This paper describes an intelligent visual system for evaluating barrel-finished surfaces using a fuzzy-neural network. If the features of image processing are recognized by the vision system and fuzzy-neural network, the degree of surface roughness, brilliance, and/or types of barrel-finishing conditions will be clarified in relation to surface image data and the surface integrity of barrel-finished surfaces is cleared by correlation analyses between features of surface image processing data The objectives of the paper are to analyze the image of barrel-finished surfaces using both texture and color texture analyses, and to construct a fuzzy-neural network system able to evaluate surface roughness, brilliance and types of finishing. It was found that the features of image data of barrel-finished surfaces is decided by texture analyses. Results show it is possible to construct a fuzzy-neural network system composed of surface image features as input data and the degree of surface roughness, brilliance, and/or types of finishing as output data.
TiN films were prepared on a polycarbonate substrate by the arc ion plating method. Two types of bias generators (d c and r f.) were used to apply voltage to the substrate. The optimum N2 gas pressure was very low (2×10-3 Torr) and the optimum d c bias voltage was -400V, when a d c bias generator was used. But many cracks were observed in the films. We were able to prepare a non-cracked, lustrous, gold-color TiN film when an r f self bias voltage of -100V was applied and Ti was undercoated on the substrate before deposition of TiN film.
Deposition of black-colored films whose mayor component is gold using the RF ion plating method was investigated, and the results were evaluated. Au-Al alloys were used as the evaporation source material. AlN was first produced by the reactive ion plating method using nitrogen gas as the reactive gas and the evaporation conditions of Au and AlN composite black films were then studied. Black Au-AlN composite films with high corrosion resistance were obtained on the substrate under conditions of an RF power of 150W, a bias voltage of 500V and an evaporation rate of 36nm/min. To examine the potential for commercial use, the same lustrous black composite films were produced on post earrings (K18 and K14) under the same conditions as mentioned above. These results open up new possibilities for design of ornaments and production of value-added goods.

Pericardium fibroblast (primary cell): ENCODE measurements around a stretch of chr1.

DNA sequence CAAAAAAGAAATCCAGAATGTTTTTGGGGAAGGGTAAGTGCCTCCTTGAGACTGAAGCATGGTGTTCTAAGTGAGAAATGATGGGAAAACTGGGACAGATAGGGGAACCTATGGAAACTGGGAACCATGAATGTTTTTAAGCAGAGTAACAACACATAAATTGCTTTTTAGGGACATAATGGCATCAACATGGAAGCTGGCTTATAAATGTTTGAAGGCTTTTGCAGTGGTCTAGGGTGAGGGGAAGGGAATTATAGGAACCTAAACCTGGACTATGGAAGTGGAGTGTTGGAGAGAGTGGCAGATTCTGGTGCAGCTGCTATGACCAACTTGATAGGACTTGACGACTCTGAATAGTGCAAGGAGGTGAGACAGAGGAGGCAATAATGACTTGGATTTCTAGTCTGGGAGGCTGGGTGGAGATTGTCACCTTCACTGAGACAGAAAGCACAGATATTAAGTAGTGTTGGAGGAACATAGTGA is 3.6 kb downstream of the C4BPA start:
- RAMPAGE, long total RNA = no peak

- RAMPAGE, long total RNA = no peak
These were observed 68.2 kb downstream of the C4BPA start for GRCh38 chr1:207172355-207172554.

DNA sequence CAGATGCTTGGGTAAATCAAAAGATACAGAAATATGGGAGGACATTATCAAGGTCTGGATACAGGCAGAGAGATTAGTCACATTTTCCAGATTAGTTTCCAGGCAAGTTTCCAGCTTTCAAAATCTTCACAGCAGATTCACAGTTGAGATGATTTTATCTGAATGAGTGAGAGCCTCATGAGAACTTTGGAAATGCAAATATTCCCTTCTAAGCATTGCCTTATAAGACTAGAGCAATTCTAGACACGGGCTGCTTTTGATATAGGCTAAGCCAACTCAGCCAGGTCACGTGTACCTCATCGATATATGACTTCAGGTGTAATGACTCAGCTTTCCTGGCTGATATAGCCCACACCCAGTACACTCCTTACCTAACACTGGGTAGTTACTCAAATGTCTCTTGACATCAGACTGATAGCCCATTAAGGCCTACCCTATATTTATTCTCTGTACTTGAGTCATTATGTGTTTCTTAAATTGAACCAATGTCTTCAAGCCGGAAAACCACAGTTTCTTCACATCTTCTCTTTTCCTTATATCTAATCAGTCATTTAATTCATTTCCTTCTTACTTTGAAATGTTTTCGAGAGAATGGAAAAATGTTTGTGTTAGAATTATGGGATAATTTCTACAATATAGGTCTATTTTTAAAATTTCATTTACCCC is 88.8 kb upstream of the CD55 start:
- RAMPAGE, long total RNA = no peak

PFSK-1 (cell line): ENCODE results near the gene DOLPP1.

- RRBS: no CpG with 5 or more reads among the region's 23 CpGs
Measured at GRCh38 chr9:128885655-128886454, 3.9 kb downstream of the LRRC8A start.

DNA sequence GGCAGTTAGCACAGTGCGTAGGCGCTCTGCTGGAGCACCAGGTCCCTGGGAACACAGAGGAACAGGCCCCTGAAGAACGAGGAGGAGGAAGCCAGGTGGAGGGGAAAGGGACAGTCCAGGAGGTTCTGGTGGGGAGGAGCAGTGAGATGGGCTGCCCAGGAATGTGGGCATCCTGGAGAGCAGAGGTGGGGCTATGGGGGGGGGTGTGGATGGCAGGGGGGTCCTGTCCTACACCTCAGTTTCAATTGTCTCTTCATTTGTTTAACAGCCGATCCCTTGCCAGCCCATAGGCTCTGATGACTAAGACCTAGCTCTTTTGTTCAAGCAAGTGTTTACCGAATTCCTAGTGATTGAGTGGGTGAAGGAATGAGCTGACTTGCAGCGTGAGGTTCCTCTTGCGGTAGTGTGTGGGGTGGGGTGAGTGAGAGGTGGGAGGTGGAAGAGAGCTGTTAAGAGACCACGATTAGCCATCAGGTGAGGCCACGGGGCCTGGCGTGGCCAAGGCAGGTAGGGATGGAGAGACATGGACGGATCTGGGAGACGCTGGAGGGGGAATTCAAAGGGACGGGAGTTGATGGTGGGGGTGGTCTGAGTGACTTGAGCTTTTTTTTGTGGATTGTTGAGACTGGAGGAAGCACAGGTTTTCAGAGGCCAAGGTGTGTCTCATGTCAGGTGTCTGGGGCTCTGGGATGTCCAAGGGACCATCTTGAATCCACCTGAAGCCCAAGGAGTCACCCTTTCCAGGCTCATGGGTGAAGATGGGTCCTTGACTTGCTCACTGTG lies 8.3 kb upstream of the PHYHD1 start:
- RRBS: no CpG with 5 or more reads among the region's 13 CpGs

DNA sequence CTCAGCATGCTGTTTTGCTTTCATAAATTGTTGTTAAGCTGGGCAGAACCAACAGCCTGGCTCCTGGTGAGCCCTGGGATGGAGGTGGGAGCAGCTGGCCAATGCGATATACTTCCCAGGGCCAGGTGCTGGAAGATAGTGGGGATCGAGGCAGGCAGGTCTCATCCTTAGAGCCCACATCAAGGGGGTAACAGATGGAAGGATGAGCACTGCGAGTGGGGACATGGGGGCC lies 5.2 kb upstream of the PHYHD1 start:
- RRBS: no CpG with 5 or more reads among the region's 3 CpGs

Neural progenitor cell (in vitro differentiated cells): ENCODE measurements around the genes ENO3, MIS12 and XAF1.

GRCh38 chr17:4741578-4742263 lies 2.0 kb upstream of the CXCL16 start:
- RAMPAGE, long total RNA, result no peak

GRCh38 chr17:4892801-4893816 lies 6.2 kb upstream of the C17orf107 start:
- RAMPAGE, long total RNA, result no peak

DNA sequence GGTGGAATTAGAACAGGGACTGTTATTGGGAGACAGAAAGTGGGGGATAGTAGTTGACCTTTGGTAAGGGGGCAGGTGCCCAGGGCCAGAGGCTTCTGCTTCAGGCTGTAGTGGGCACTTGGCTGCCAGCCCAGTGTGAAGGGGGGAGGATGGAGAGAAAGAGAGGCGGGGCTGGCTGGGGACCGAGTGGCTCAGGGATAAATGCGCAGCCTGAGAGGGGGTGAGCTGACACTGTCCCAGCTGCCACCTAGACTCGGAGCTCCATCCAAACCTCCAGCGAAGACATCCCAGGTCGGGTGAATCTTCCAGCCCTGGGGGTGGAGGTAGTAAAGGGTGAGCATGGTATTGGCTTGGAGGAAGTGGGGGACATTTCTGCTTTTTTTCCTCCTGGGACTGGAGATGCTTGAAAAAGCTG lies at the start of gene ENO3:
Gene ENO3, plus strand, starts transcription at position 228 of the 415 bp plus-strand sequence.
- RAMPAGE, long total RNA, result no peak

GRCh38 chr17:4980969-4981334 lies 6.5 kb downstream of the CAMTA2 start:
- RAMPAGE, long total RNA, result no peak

A series of AlN thin films was synthesized on Al-25mass%Mg substrate under different Ar pressures from 007 to 1.3Pa using rf magnetron sputtering. The effects of Ar pressure on the corrosion protection in a 5mass%NaCl solution and structural properties were studied. As Ar pressure was increased above 027Pa, the corrosion resistance of the AlN-coated Al-Mg alloy was significantly improved. Residual film stress was compressive under low Ar pressures, which decreased as Ar pressure increased and turned tensile at high Ar pressures. An obvious correlation was observed between the corrosion protection property and residual stress. A coating with low residual stress was superior in corrosion protection to a coating with high compressive residual stress. The change of the corrosion protection property is discussed in connection with the residual stress of the sputtered film. The origin of the residual stress in the AlN coating is also discussed from the viewpoint of the energy change in sputtered particles.
Chemically vapor-deposited (CVD) diamond has been utilized in diamond brazed cutting tools. Generally, due to the difficulty in producing thick CVD diamond, the tools have conventionally been produced by brazing a diamond film about 300μm in thickness on a cemented carbide used as the base metal for the cutting tool. The production process for such tools is very complex due to the many production steps involved. A new method in which 200∼300μm thick CVD diamond can be directly synthesized on the cemented carbide has been developed in order to simplify this process. The cemented carbide is cut off by wire electric discharge machining (WEDM) in advance and grid notches are introduced on the carbide by YAG laser beam irradiation making the production of a thick diamond film possible. The amount of flank wear on a diamond coated tool produced by this method was less than 1/5 of that on a diamond sintered tool. The tool also showed excellent cutting performance, compared with tools produced by the conventional method.